Ask yourself this. When your partner is really upset, do you hold them or rub their back? Talk softly as you soothe them and listen to their feelings? Tell them it makes sense to be mad or sad? This is co-regulation and even as adults we sometimes need this.

I am not going to lie: welcoming feelings with your child can feel terrifying. But, learning to do this will have you yelling less and feeling much more able to set confident boundaries, and it will help you meet your child’s emotional needs.

The thing that motivates me most when I struggle with my boys’ big feelings is this: “Who do you want to be the first call your child makes at 16 when they are in trouble or need help?” If you want it to be you, then you need to get really good at letting them know that their big feelings are not too much for you.

How your child’s brain develops

Your child’s brain will not be fully developed until they are around 25 years old. (I know!! It’s a long way off.) Research shows that babies and young children need help from an adult to regulate emotions until they are age six at a minimum . . . and I promise you that your tweens and teens will continue to need help too; it just changes in nature.

Behavioural control needs the significant involvement of cognitive and executive functions in the prefrontal cortex, which is the last part of the brain to mature. The prefrontal cortex also controls impulse control and decision-making. As we now know, the neurons in this part of the brain aren’t fully developed and connected until the mid-20s.

So, as the prefrontal cortex assists with reasoning and impulse control, it makes sense that we need to help little children to manage their big feelings. In fact, it’s through the expression of these big emotions, and the process of a caregiver co-regulating with a young child, that the brain starts to build pathways that lead to more emotional regulation.

Tantrums and meltdowns are normal. In fact, they are healthy. They are not a choice our children make, but a state of dysregulation that is beyond their control. A child who is melting down is letting us know that they are no longer able to manage the emotional demands of a situation.

What emotional dysregulation looks like

Essentially, when these big feelings build up, children lack the key skills to manage them in a way that looks resilient. These skills include:

  • Impulse control
  • Problem-solving
  • Delaying gratification
  • Negotiating
  • Communicating wishes and needs to adults
  • Knowing what’s appropriate or expected in the situation
  • Self-soothing

Our kids lack these skills because the parts of their brain associated with them are still developing. Your child can’t just walk up to you at age two and say, “Hey Mum, I’m having a hard time, I feel like my new sibling is taking all of your attention. This makes me worried that maybe you don’t have enough love for both me and the baby—so I need connection to help me regulate and know everything is okay between you and me.”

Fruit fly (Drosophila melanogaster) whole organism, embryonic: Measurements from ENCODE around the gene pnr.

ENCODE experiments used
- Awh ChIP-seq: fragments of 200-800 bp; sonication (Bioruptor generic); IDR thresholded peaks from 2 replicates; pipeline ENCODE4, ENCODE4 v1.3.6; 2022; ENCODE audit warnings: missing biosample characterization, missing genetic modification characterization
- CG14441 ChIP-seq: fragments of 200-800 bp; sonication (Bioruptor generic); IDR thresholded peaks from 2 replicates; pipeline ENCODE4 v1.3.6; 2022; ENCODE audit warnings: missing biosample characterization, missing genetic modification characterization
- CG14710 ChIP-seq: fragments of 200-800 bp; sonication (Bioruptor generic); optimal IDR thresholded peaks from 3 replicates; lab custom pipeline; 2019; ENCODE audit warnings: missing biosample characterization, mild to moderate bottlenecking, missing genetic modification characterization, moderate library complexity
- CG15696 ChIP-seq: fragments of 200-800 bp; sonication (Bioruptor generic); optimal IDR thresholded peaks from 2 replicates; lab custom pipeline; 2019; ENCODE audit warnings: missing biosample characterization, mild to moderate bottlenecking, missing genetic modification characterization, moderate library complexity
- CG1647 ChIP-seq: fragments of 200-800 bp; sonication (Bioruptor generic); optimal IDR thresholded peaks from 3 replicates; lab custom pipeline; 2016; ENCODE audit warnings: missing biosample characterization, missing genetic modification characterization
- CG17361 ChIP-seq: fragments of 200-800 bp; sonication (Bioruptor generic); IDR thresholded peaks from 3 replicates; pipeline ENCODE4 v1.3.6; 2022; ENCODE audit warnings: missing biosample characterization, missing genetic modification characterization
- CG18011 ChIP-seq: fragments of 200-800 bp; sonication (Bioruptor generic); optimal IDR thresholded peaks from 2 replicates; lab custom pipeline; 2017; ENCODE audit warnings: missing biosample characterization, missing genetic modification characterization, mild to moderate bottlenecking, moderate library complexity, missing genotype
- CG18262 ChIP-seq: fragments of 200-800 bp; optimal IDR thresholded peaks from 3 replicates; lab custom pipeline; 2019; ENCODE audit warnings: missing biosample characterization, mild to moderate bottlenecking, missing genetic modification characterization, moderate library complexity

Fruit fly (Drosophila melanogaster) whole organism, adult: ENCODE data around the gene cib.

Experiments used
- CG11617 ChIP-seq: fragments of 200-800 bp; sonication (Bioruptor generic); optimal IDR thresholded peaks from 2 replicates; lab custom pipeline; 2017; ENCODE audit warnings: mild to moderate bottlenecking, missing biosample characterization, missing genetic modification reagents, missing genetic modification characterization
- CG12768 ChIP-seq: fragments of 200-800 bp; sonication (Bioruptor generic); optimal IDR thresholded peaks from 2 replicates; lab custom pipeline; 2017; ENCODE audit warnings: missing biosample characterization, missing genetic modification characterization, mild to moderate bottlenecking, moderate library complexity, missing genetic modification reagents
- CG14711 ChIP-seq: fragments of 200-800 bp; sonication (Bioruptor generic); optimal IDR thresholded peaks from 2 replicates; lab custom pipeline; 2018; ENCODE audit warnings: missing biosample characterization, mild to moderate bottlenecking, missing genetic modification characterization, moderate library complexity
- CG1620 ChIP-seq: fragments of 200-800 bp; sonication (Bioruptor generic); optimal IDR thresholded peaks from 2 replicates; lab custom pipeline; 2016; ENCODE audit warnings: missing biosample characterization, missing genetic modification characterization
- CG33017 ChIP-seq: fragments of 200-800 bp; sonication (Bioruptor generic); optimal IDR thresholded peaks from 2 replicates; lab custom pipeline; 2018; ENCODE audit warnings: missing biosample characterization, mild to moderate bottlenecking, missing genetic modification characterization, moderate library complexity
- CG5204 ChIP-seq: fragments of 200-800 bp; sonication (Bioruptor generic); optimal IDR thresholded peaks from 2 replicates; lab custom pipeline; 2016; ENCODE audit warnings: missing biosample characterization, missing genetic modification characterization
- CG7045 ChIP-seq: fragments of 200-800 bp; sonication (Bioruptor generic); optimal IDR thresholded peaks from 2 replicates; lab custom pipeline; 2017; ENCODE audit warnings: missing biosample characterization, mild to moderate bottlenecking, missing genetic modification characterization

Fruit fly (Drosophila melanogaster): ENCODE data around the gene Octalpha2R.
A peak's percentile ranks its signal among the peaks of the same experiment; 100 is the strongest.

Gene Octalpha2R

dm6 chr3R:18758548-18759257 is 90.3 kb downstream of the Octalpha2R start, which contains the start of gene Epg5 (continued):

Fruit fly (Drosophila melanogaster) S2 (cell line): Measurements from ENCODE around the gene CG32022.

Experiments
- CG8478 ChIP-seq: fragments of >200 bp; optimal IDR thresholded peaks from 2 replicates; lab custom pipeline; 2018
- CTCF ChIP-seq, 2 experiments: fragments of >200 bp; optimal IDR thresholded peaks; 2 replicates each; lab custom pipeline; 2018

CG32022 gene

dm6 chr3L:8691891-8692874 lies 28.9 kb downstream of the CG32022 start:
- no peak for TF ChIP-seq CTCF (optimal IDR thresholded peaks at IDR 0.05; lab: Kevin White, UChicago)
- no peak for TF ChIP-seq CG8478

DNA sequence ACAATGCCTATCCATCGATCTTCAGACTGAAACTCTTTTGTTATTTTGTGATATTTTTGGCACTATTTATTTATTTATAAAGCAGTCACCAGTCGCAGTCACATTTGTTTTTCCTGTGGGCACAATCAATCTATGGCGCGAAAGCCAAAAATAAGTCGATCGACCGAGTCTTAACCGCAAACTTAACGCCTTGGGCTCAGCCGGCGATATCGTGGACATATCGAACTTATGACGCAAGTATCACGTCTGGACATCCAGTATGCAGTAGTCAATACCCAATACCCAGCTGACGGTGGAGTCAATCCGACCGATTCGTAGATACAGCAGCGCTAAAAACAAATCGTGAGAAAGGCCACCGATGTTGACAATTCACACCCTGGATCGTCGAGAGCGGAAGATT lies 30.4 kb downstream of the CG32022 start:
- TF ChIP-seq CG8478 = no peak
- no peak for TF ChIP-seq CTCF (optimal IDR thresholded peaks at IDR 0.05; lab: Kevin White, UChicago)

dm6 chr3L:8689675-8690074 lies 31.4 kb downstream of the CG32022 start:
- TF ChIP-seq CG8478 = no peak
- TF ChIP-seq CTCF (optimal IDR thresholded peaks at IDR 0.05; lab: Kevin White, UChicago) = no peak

Instead, they will demonstrate that need for connection or support to regulate through behaviour. They will push the baby or cry about the fact you cut their crusts off even though they asked you to cut them off just yesterday.

Watch our interview with Gen Muir on why kids have tantrums.

This can all look extremely unreasonable. The answer, though, lies in connection and your child somehow knowing that you see them, you hear them and that nothing they ever do will make you stop loving them. One of the best ways to express this is by stopping, dropping (getting lower), opening your body and saying, “You are not okay, I am here.”

Let’s recap for a moment because this is important.

  1. Your child needs to have tantrums, struggle to share, feel too shy and get really angry in order to practise regulating these feelings. Struggling to regulate is actually building their brain and their resilience one tantrum at a time, and
  2. They need your help, your proximity, your belief in them and your relationship and connection to do this until they can do it for themselves.

What to do when your child has an emotional outburst

What if the real answer to your child’s big feelings was to actually “do less and try less”:

  • Less trying to fix
  • Less trying to solve
  • Less trying to teach
  • Less trying to make it end sooner

The answer lies in how to BE, rather than in what to DO. This is much easier said than done when our kids are losing it, but often all they need is for us to just not join in. So instead of trying to DO anything next time your child is struggling, try to BE what they need instead:

BE CALM: Model keeping your own breathing low and deep—sit on the ground if you can and focus on opening your body. Don’t rush these feels as they are better out than in.

BE CONFIDENT: Be able to take charge and lead where needed; be a great leader and show them you can step in when needed to stop them hitting, hurting or making a mistake.

BE PRESENT: Don’t let yourself panic that your child will never be resilient or there is something wrong with them.

BE KIND: To yourself above all else. Self-compassion is key and leads to more compassion for your child.

These moments are so tough but sometimes when we let go of DOING and just surrender, we are able to BE what our little humans need.

Read next:

This is an extract from Little People, Big Feelings by Gen Muir (Macmillan Australia, RRP $36.99)

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